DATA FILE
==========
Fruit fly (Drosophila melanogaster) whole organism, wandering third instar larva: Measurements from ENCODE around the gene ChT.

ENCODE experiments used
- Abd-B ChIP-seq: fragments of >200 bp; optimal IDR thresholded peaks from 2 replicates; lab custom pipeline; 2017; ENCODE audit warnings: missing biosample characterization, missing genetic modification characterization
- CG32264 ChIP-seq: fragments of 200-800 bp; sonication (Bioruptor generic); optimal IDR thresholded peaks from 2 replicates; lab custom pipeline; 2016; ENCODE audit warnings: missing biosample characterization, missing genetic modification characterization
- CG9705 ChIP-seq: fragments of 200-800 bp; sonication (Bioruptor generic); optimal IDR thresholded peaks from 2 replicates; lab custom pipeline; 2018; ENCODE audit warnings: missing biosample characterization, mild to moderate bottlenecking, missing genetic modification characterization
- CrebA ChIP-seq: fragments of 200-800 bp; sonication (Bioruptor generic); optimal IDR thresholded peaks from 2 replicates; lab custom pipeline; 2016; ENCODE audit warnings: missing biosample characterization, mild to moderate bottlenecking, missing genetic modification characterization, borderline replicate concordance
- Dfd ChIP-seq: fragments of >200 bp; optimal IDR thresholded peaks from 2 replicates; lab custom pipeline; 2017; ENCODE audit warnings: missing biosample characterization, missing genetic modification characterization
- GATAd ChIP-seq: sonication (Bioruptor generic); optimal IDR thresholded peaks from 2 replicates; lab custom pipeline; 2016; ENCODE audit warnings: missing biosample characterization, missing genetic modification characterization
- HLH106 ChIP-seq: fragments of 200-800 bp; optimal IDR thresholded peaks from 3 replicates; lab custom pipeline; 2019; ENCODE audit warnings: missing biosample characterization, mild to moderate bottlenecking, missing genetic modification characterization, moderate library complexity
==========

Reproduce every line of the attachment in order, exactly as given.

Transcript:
Fruit fly (Drosophila melanogaster) whole organism, wandering third instar larva: Measurements from ENCODE around the gene ChT.

ENCODE experiments used
- Abd-B ChIP-seq: fragments of >200 bp; optimal IDR thresholded peaks from 2 replicates; lab custom pipeline; 2017; ENCODE audit warnings: missing biosample characterization, missing genetic modification characterization
- CG32264 ChIP-seq: fragments of 200-800 bp; sonication (Bioruptor generic); optimal IDR thresholded peaks from 2 replicates; lab custom pipeline; 2016; ENCODE audit warnings: missing biosample characterization, missing genetic modification characterization
- CG9705 ChIP-seq: fragments of 200-800 bp; sonication (Bioruptor generic); optimal IDR thresholded peaks from 2 replicates; lab custom pipeline; 2018; ENCODE audit warnings: missing biosample characterization, mild to moderate bottlenecking, missing genetic modification characterization
- CrebA ChIP-seq: fragments of 200-800 bp; sonication (Bioruptor generic); optimal IDR thresholded peaks from 2 replicates; lab custom pipeline; 2016; ENCODE audit warnings: missing biosample characterization, mild to moderate bottlenecking, missing genetic modification characterization, borderline replicate concordance
- Dfd ChIP-seq: fragments of >200 bp; optimal IDR thresholded peaks from 2 replicates; lab custom pipeline; 2017; ENCODE audit warnings: missing biosample characterization, missing genetic modification characterization
- GATAd ChIP-seq: sonication (Bioruptor generic); optimal IDR thresholded peaks from 2 replicates; lab custom pipeline; 2016; ENCODE audit warnings: missing biosample characterization, missing genetic modification characterization
- HLH106 ChIP-seq: fragments of 200-800 bp; optimal IDR thresholded peaks from 3 replicates; lab custom pipeline; 2019; ENCODE audit warnings: missing biosample characterization, mild to moderate bottlenecking, missing genetic modification characterization, moderate library complexity